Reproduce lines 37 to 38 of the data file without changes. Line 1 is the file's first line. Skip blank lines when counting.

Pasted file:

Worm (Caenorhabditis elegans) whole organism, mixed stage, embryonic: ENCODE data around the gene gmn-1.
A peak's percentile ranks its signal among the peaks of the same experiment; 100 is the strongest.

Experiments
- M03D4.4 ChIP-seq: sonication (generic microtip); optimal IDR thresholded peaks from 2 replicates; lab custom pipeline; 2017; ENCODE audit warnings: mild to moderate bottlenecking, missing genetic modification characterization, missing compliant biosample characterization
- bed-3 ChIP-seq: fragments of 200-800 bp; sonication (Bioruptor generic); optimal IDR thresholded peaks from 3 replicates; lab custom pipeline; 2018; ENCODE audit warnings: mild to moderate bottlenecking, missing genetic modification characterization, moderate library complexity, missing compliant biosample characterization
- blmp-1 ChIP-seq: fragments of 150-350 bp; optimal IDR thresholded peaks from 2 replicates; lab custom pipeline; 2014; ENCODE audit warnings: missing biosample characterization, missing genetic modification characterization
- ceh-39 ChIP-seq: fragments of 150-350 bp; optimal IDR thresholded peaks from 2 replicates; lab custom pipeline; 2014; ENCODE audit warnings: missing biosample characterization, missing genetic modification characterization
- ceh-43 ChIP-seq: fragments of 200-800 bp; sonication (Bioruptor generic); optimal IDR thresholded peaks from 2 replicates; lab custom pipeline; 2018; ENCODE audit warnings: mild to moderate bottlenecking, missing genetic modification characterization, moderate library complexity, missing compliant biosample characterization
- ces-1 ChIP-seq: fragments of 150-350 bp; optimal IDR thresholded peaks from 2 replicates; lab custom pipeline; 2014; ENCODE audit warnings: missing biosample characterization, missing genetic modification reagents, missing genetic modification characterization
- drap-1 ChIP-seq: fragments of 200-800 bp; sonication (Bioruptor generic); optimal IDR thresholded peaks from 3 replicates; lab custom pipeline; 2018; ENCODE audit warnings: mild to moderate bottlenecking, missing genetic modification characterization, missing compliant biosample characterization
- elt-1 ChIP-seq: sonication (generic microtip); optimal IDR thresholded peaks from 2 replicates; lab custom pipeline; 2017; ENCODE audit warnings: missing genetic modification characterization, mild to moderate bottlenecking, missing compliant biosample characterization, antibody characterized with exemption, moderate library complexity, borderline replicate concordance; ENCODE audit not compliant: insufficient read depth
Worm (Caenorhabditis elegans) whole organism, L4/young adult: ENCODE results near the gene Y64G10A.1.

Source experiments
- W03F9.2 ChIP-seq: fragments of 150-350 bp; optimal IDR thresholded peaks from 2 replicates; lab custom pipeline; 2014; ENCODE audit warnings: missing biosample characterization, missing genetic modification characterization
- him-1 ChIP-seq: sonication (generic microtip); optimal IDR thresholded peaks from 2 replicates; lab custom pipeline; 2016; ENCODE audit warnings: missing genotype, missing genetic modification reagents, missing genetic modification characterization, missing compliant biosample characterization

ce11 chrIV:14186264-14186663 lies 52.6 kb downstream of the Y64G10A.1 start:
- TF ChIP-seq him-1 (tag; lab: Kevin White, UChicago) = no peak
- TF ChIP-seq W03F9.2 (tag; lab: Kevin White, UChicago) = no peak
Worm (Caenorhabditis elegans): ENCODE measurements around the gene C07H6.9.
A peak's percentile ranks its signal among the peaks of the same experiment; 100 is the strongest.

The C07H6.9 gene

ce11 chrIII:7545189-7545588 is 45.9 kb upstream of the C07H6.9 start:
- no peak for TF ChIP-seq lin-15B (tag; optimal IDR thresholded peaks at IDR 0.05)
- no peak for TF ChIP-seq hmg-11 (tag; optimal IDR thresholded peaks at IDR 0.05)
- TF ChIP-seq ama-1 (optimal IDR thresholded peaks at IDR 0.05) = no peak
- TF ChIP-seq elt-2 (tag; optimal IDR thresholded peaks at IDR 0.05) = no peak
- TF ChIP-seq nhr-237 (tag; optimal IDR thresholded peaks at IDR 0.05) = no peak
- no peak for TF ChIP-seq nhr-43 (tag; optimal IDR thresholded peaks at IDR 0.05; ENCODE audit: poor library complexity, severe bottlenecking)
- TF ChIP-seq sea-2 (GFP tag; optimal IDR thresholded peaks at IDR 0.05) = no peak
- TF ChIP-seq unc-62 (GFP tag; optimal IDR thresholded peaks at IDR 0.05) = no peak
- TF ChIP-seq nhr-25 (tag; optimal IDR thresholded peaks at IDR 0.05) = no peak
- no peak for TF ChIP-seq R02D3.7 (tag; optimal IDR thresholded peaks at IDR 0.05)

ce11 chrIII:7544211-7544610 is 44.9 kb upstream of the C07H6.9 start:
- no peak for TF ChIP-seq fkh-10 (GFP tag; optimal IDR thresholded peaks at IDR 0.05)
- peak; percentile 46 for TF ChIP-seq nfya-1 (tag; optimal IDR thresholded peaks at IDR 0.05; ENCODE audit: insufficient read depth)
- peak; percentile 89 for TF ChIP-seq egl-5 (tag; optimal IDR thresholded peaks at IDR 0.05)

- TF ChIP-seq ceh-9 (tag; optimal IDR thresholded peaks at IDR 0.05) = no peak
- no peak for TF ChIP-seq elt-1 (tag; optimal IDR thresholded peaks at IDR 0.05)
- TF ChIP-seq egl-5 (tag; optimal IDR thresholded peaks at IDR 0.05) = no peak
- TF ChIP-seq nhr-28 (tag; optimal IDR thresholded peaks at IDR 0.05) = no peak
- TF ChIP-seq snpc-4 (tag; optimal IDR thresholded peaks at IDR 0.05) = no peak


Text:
- TF ChIP-seq ceh-9 (tag; optimal IDR thresholded peaks at IDR 0.05) = no peak
- no peak for TF ChIP-seq elt-1 (tag; optimal IDR thresholded peaks at IDR 0.05)